By order dated April 15, 1991, this Court sustained the trustee's objection. The order permitted the plaintiffs to retain $2,000 of exempt property and to purchase the remaining non-exempt personal property from the estate for $2,000.

Conclusions of Law

A. ═ Dischargeability of the 1986 Income Taxes

Under ╖ 523(a)(1) an individual's liability for certain taxes are excepted from discharge. Section 523(a)(1)(A) provides:

(a) A discharge under . . . this title does not discharge an individual debtor from any debt≈

(1) for a tax or a customs duty≈

(A) of the kind and for the periods specified in section 507(a)(2) or 507(a)(7) of this title, whether or not a claim for such tax was filed or allowed;

Section 507(a)(7)(A)(i) provides:

(a) The following expenses and claims have priority in the following order:

. ════ . ════ . ════ . ════ .

(7) Seventh, allowed unsecured claims of governmental units; only to the extent that such claims are for≈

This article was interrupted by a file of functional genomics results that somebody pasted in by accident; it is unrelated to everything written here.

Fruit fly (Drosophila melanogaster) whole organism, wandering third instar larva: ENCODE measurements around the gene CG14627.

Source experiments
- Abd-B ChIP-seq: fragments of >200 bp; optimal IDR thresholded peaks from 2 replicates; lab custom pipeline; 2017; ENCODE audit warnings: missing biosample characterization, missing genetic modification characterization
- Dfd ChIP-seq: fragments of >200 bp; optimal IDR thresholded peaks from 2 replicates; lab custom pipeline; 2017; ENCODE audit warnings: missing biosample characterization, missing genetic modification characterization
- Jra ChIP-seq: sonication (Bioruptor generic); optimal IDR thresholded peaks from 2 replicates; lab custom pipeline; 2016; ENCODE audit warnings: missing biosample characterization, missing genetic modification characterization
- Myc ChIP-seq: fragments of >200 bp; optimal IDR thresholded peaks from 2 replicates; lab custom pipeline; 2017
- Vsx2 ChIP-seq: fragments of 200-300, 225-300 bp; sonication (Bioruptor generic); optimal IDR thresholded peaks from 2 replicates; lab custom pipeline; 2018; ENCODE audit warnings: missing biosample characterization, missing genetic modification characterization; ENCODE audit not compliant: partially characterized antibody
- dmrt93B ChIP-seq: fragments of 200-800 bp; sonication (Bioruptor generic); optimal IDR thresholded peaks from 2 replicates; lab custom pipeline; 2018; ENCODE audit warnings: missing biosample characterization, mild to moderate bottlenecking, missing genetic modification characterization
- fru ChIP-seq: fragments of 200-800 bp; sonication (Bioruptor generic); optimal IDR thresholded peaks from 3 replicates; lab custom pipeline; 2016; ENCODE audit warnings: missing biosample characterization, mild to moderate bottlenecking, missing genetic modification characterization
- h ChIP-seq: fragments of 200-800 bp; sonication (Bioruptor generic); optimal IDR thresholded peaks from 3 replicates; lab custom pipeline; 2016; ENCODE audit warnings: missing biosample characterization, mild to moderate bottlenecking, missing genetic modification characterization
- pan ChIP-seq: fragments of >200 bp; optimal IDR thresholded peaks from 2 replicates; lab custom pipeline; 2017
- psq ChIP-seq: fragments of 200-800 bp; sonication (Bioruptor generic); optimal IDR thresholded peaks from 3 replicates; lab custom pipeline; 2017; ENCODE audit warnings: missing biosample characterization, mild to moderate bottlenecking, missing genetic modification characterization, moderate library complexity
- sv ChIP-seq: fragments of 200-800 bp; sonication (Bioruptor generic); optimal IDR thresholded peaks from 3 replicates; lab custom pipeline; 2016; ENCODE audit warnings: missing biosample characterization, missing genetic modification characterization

(A) a tax on or measured by income or gross receipts≈

(i) for a taxable year ending on or before the date of the filing of the petition for which a return, if required, is last due, including extensions, after three years before the date of the filing of the petition.

Plaintiffs have been assessed a federal income tax liability in the amount of $12,603.83 for the year of 1986. Their 1986 income tax return was initially due on April 15, 1987; however, plaintiffs were granted an automatic extension that extended the due date to August 15, 1987. The plaintiffs filed a chapter 7 petition on June 12, 1990. Therefore, the 1986 income tax return was last due within three years before the bankruptcy cases was filed. Consequently, the claim of the United States for the unpaid 1986 federal income taxes is a seventh priority claim and excepted from discharge under sections 523(a)(1)(A) and 507(a)(7)(A)(i). See In re Wood , 866 F.2d 1367 (11th Cir.1989).